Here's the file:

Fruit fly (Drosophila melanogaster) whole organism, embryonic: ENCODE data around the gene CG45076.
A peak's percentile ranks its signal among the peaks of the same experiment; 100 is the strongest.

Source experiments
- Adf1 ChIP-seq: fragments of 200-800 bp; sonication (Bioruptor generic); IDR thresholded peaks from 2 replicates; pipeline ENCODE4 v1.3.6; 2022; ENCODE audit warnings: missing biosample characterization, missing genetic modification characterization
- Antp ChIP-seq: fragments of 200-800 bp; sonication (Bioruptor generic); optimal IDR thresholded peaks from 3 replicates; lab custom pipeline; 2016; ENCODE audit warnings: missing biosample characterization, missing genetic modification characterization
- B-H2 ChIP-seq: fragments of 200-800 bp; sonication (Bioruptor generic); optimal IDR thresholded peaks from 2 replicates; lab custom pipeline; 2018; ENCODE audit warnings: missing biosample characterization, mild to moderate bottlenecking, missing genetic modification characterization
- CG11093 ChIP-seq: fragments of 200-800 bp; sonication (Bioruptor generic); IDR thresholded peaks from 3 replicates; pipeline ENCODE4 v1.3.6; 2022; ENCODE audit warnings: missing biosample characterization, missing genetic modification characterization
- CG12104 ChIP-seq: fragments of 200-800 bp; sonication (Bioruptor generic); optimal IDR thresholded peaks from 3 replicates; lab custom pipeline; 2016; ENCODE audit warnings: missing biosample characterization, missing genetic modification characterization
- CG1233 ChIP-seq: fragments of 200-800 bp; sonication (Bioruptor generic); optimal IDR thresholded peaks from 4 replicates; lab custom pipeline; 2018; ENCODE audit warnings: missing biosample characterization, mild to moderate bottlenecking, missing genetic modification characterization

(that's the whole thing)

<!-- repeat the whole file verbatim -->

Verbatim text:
Fruit fly (Drosophila melanogaster) whole organism, embryonic: ENCODE data around the gene CG45076.
A peak's percentile ranks its signal among the peaks of the same experiment; 100 is the strongest.

Source experiments
- Adf1 ChIP-seq: fragments of 200-800 bp; sonication (Bioruptor generic); IDR thresholded peaks from 2 replicates; pipeline ENCODE4 v1.3.6; 2022; ENCODE audit warnings: missing biosample characterization, missing genetic modification characterization
- Antp ChIP-seq: fragments of 200-800 bp; sonication (Bioruptor generic); optimal IDR thresholded peaks from 3 replicates; lab custom pipeline; 2016; ENCODE audit warnings: missing biosample characterization, missing genetic modification characterization
- B-H2 ChIP-seq: fragments of 200-800 bp; sonication (Bioruptor generic); optimal IDR thresholded peaks from 2 replicates; lab custom pipeline; 2018; ENCODE audit warnings: missing biosample characterization, mild to moderate bottlenecking, missing genetic modification characterization
- CG11093 ChIP-seq: fragments of 200-800 bp; sonication (Bioruptor generic); IDR thresholded peaks from 3 replicates; pipeline ENCODE4 v1.3.6; 2022; ENCODE audit warnings: missing biosample characterization, missing genetic modification characterization
- CG12104 ChIP-seq: fragments of 200-800 bp; sonication (Bioruptor generic); optimal IDR thresholded peaks from 3 replicates; lab custom pipeline; 2016; ENCODE audit warnings: missing biosample characterization, missing genetic modification characterization
- CG1233 ChIP-seq: fragments of 200-800 bp; sonication (Bioruptor generic); optimal IDR thresholded peaks from 4 replicates; lab custom pipeline; 2018; ENCODE audit warnings: missing biosample characterization, mild to moderate bottlenecking, missing genetic modification characterization